To: General Headquarters
I desire to submit the following estimate of the situation:
Here General Gallwitz sees the St. Mihiel Offensive is imminent:
From numerous indications and reports it is apparent that an enemy attack, mainly American, is imminent against the south front of Composite Army C; lately such an attack also appears to be shaping against its west front. Such an operation seems highly probable in view of the general situation.
The difficulties for the British and French for advancing to Germany.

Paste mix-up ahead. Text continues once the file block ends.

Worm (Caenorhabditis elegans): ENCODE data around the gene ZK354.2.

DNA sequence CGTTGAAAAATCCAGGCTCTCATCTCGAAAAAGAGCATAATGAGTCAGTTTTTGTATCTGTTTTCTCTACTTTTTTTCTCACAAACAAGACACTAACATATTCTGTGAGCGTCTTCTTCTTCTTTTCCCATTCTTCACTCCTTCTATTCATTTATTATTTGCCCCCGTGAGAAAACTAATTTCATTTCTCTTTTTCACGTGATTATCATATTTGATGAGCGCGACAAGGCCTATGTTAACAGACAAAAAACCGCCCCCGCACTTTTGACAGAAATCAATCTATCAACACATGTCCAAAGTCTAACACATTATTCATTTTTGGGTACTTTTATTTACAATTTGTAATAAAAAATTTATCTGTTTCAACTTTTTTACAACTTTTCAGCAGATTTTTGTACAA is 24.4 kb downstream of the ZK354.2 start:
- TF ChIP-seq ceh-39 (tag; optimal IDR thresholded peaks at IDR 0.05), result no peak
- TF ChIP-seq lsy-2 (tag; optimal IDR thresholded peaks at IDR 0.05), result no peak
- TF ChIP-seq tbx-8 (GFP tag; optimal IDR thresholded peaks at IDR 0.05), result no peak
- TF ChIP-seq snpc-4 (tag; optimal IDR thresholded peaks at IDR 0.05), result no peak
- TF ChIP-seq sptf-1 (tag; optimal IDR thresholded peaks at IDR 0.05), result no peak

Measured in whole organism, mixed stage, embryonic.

After the withdrawal and restabilizing of our main battle fronts the enemy high command may very well say that we are using every effort to rebuild and increase our strength and there still is considerable work ahead of them on our west front, for which the remainder of the season would hardly be sufficient. But even if there were enough time, the way via the front LILLE---CAMBRAI---ST-QUENTIN---LAON and across the different rivers and lines of fortifications of Belgium would decidedly be a rather long one, before the Entente could get the war out of its own country and would be able to do any great damage to us. This way would have to be fought by the Entente with fighting over devastated French territory and a Belgium in ruins.
The vulnerable point is in the Lorraine.